Tuesday

24th Jan 2017

Focus

Catalans stage symbolic independence vote

Inhabitants of the Spanish region of Catalonia turned out to vote in a symbolic referendum on independence on Sunday (13 December), a headache for Socialist Prime Minister José Luis Rodríguez Zapatero just two weeks before his country takes over the EU's rotating presidency.

But a lower turnout than organisers had hoped for indicated the minority status of those seeking independence in the rich north eastern region - home to seven million people and whose capital is Barcelona.

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  • Separatist movements exist in several regions of Spain (Photo: European Commission)

The unofficial referendum was held in towns and municipalities containing roughly 15 percent of the region's population, with citizens who did turn out voting strongly in favour of independence.

Organisers hope the event could lead to a region-wide and official vote in the future, although this is unlikely any time soon say observers.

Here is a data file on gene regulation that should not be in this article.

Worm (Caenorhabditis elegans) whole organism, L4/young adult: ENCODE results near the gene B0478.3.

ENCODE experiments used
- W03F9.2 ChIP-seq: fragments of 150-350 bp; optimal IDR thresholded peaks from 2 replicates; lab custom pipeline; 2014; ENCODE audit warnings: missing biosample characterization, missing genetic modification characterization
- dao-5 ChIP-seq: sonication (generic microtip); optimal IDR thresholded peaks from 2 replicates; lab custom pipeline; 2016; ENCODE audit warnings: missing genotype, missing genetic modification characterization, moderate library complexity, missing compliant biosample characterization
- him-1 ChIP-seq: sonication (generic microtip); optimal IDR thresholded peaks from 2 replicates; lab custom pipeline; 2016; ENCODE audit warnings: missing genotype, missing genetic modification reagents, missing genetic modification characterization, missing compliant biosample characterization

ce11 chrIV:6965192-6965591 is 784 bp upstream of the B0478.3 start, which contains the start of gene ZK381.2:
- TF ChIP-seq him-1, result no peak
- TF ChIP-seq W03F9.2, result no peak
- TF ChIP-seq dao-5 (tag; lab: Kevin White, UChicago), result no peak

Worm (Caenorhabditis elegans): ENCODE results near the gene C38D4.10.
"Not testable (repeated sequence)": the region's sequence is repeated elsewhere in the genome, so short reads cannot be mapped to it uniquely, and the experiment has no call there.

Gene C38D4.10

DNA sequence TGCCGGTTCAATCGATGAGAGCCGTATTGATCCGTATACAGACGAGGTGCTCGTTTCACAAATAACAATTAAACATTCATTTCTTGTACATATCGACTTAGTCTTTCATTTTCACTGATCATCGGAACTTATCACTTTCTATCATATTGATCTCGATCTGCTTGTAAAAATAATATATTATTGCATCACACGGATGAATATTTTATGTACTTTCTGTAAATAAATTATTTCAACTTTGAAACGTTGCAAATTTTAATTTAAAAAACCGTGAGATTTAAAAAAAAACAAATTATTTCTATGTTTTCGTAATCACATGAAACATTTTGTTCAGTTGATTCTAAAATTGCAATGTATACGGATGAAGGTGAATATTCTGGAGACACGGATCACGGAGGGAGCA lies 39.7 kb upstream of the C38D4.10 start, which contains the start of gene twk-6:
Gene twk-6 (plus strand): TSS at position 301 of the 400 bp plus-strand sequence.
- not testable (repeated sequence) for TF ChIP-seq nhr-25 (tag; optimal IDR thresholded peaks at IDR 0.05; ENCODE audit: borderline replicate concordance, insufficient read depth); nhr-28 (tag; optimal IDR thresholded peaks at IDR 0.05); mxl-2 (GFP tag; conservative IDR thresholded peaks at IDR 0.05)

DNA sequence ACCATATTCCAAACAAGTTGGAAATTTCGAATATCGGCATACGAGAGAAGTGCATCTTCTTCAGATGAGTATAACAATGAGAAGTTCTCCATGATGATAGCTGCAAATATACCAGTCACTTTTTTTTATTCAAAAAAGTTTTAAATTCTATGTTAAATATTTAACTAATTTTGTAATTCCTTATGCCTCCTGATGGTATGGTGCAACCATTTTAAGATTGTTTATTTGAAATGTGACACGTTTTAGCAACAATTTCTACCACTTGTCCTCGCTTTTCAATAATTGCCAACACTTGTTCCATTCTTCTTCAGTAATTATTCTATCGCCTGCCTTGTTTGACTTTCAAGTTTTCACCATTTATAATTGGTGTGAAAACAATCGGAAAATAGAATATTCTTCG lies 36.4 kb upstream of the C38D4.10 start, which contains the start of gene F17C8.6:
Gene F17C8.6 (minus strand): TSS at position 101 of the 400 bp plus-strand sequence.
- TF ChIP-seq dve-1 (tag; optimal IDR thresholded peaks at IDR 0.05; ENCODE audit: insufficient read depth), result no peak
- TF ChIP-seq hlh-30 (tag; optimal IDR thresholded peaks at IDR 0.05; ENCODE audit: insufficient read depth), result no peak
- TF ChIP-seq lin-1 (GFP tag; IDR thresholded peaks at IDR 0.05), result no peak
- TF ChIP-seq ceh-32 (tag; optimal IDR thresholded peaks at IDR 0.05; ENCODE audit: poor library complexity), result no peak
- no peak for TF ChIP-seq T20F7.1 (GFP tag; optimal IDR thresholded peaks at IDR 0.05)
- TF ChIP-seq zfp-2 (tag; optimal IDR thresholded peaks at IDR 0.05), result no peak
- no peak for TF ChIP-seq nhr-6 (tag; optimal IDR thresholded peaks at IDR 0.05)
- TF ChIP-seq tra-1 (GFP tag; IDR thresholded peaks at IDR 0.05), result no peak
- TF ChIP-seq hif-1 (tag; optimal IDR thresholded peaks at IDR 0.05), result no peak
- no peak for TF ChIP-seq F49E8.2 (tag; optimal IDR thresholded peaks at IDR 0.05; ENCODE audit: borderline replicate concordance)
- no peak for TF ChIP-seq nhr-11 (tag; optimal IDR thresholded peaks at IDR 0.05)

Spain is one of only a handful of EU member states not to have recognised the unilateral declaration of independence by Kosovo over a year ago.

Sunday's Catalan vote highlights Madrid's sensitivities on the subject, with the government preparing for a difficult juggling act between national and EU positions on independence issues.

Spanish officials are preparing to chair the majority of EU meetings in the first half of next year, under the EU's rotating six-month presidency.

The Basque and Galician regions in northwest Spain also have vocal independence movements, with the Basque paramilitary group ETA responsible for hundreds of deaths over the past few decades.

International observers from other world regions with independence or secessionist movements also attended Sunday's vote – including officials from Wales and the Belgian region of Flanders.

Relations with Madrid

With the region accounting for roughly 25 percent of Spain's GDP, Catalans are keen to keep the provisions contained within a statute on relations with the Spanish state approved in 2006.

The document gives the region more local decision making powers and what many believe is a fairer share of the taxes collected in the southern European country.

But Spain's centre-right opposition party is contesting the statute in the constitutional court, leading many Catalans to fear the key provisions could soon be overturned.

After the three-year legal tussle, an expected decision against the statute has already provoked a dozen Catalan newspapers to publish a joint editorial in defence of the region's "dignity."

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